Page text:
Top TV trends at CES 2013
At the 2013 International Consumer Electronics Show (CES), the world's leading TV makers are already doing battle to see which type of TV, supporting which type of technology will win the battle for a place not only in the average consumer's living room but also that of the high-end consumer.
Top TV trends at CES 2013
Some, such as Samsung, are hedging their bets by launching new LED, LCD, OLED and plasma screen TV sets, while Panasonic, Sharp and Sony are focusing as much on using their own proprietary technologies to improve current TV resolution and performance as they are on building larger and larger displays at higher and higher prices.
Maybe the revolution will be televised
Many in the industry believed that one of the big things to look forward to at this year's CES from a televisual point of view was a format war. Ultra-high-definition TV sets were the stars of 2012 and it was expected that similarly-sized competing technology OLED TVs would be on show this year. Sure enough, Samsung and LG have both unveiled 55-inch OLED sets -- the F9500 OLED and the 55EM9700 respectively -- at this year's event that promise better color, responsiveness and contrast than any current UHDTV but don't quite have the same resolution. However, as others predicted, Sony demonstrated a prototype UHD OLED TV that essentially combines the best elements of both technologies and could therefore win the war before the first shot is even fired, if it ever goes into large-scale production.
Only Apple is Apple
One of the reasons that TVs continue to resemble black slabs of glass and plastic with often overly complex stands or other supporting furniture is because Apple doesn't currently design or make its own sets and therefore existing TV makers, unlike their smartphone- tablet- and computer-making peers, have no one to copy. One welcome design trend this year is the use of natural materials, particularly Vizio's choice of aluminum to give TVs a clean, understated feel. Another positive change is all manufacturers' attempts (but in particular those of Sharp and LG) to reduce the bezel between the edge of the display and the outer edge of the television and to do away with an outer casing or frame altogether whenever possible. However, the design for Samsung's S9 UHD is not universally impressing as a housing suitable for a flagship, flatscreen television.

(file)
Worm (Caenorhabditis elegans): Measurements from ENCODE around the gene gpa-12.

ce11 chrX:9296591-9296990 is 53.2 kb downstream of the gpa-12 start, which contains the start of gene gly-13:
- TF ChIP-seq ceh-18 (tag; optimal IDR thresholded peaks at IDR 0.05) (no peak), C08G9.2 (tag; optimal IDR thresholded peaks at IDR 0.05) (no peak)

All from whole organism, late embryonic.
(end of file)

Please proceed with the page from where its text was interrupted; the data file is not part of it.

As well as announcing its official 2013 lineup, which includes 55-inch, 65-inch and 70-inch streamlined Ultra-High-Definition XVT Ultra TV sets, US TV-maker Vizio also demonstrated its new glasses-free 3D technology. Using software to maintain a full 3D experience from a number of viewing angles, the prototype 55-inch TV set also boasted an UHD display but there is as of yet no word if or when this feature will be officially launched.
Thinking of the future
Much of the debate surrounding the future of the TV industry is not about whether 4K ultra-high definition is a better technology than OLED, it's focused on whether or not consumers actually want their TVs to be ‘smart'. Unlike other consumer electronic devices, the average TV has an active lifespan of five to 10 years because, unlike a laptop or smartphone, it is a) very expensive and b) is historically unlikely to become obsolete within 18 months as television stations don't change operating systems every year. However, packing one full of processors, internet connections and an Android or Linux operating system means that they will go out of date very quickly. Which is why along with a new flagship 75-iinch LED Smart TV, the F8000, Samsung has also launched the Samsung Evolution Kit which slots into the back of a Samsung Smart TV and houses all of the time-sensitive elements. Consumers need only replace the kit, rather than the television when new software or hardware becomes available.
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